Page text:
Today is the tenth anniversary of the iconic teen movie, Mean Girls’ release. In honor of this occasion, my blog post for today covers the similarities between Mean Girls and Julius Caesar. Before I begin my comparison here’s a direct reference to Julius Caesar in the movie to get you in the Mean Girls spirit:
In the Mean Girls segment shown in the video above, Plastics clique member Gretchen’s rant proves the similarity between the plot of Mean Girls and Shakespeare’s Julius Caesar. Her rant is literally a direct response to the original plot of Shakespeare’s Julius Caesar, which is significant because it reflects the power struggles that happen in The Plastics after Cady successfully destroys Regina’s powerful influence on her peers. Gretchen, through pretending to be Brutus is showing that her experiences make her able to identify with the plot of Julius Caesar. She pretends to be Brutus at a point in the movie when Cady successfully turns the Plastics against each other, which leads to the queen bee being kicked out of her own clique, which was the same fate as Caesar.
The leader of The Plastics, Regina George is a lot like Julius Caesar, because they are both tyrants and have a lot of influence and power over their peers. Regina George is correctly labeled “teen royalty” because she is the most popular girl in the school and the queen bee, therefore she’s the ruler of her own “kingdom”, her high school peers. Julius Caesar rules an entire kingdom as well, the kingdom of Rome. Cady is Brutus, because there are similarities between the relationships between Cady and Regina and Brutus and Caesar. Cady becomes friends with Regina and gains her trust. Brutus gains Caesar’s trust in the same way: by becoming his reliable right hand man. This trust leads to the same consequence: Cady and Brutus destroying the tyrant’s influence on their kingdom. There’s only one key difference: Brutus actually kills Caesar and Cady “kills” Regina in a metaphorical way, by making sure she no longer has anything that makes her the powerful queen bee she’s always been.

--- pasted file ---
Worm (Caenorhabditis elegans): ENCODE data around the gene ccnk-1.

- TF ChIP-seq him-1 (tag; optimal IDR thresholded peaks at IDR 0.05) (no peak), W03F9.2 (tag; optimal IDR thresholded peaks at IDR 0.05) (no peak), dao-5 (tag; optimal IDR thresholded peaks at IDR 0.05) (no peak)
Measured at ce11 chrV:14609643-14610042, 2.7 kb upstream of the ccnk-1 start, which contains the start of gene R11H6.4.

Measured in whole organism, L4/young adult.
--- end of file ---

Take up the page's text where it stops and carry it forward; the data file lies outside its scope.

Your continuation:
The turning point in both Mean Girls and Julius Caesar is identical: jealousy over the tyrant’s romantic fling that causes them to have a strong enough level of hatred towards the tyrant to act on their intentions to destroy their influence. In Mean Girls, when Regina is caught actively pursuing the main character Cady’s crush Aaron, which makes her interested in getting revenge on Regina. In Julius Caesar, it’s Caesar’s romantic fling with Cleopatra that makes Brutus jealous enough to kill Caesar.
Because the focus is on backstabbing the tyrant who victimized their subjects in both Mean Girls and Julius Caesar, there’s definitely a Shakespeare influence in Mean Girls. I wouldn’t be the least bit surprised if one of Tina Fey’s influences was Shakespeare when she wrote the screenplay ten years ago. Happy Mean Girls Anniversary everyone!
Have any other fetch similarities between Shakespeare plays and Mean Girls to share? Share them in the comments section below!